On June 13, Texas Governor Gregg Abbott signed legislation which would allow licensed handgun owners in the state to openly carry in public places.
On Wednesday, Precinct 2 Constable Chris Diaz participated in a town hall meeting at the Alvin Baggett Recreation Center in Galena Park to outline what that law means.
The discussion was part of an open community forum in which State Representative Ana Hernandez presented a comprehensive overview of the last legislative session and State Senator Sylvia Garcia highlighted a bill she authored targeting ‘revenge porn.’ The bill, which passed unanimously, makes it class A misdemeanor for a person to post or display explicit images of an ex on the Internet.
Garcia also explained the primary reason she voted against the state budget, saying it focused too heavily on border security and not enough on education and expansion of Medicaid.
“We can’t find money for things that everybody in Texas needs and everything we need to help working people, but we can find money for border security,” she said.
While neither Rep. Hernandez or Senator Garcia touched on the issue, the new open-carry legislation was at the center of Wednesday’s meeting.
Constable Diaz provided a crash course on the new law which goes into effect January 2016.
The legislation will allow Texans with licenses to openly carry handguns in a shoulder or hip holster in public. Under the current law, Texans who want to carry their guns must have a concealed handgun license and keep the firearm hidden.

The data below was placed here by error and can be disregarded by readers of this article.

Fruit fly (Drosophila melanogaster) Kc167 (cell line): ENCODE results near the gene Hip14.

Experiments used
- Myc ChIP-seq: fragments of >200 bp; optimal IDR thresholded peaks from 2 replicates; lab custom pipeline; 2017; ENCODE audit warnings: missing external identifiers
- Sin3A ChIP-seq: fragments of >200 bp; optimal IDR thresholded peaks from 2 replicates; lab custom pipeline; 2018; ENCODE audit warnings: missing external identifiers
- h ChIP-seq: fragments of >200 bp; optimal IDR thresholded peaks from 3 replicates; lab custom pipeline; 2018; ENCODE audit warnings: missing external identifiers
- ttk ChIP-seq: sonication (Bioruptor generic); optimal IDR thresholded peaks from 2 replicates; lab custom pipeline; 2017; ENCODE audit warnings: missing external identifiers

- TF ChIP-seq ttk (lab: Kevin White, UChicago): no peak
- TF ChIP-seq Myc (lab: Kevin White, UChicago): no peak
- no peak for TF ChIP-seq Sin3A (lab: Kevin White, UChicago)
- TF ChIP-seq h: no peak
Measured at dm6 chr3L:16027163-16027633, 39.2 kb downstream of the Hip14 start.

Diaz stressed education.
“As the senator said, I’m all about education,” he said. “If we’re going to have the open-carry we need to make sure we educate our people and we need to educate our officers. If we’re going to have this, we need to move forward and move with the times.”
Constable Diaz spoke of his two sons, a 16-year-old and a nine-year-old, both of whom, he said, know how to operate a gun, and emphasized safety and proper training.
“I educated them at home with firearms,” he said. “I don’t have to worry about them going into the house and picking up the gun and accidentally shooting somebody or accidentally going off in the house.”
Diaz compared a driver’s license to a concealed gun license.
“Do you drive every day? Do you take your gun out daily and shoot that gun? Do you get comfortable with it like you do with your car? Do you know how to turn your blinker on? Do you know how to take it out of the holster? Do you time yourself? It’s the same thing,” he said. “Get comfortable with that gun.”
Precinct 2 Lt. Fred Taylor gave a crash course on the various types of holsters and how to select the proper one according to body type, make of gun and other factors.
“Make sure the holster fits you, and is comfortable and make sure you find one that’s going to fit where you plan on carrying the weapon,” he said.
Texas is the 45th state to have some form of open-carry legislation with varying restrictions and requirements.
The legislation would also allow law enforcement to stop someone who was openly carrying a handgun to check for a gun license. A previous version of the law would have prohibited officers from doing so.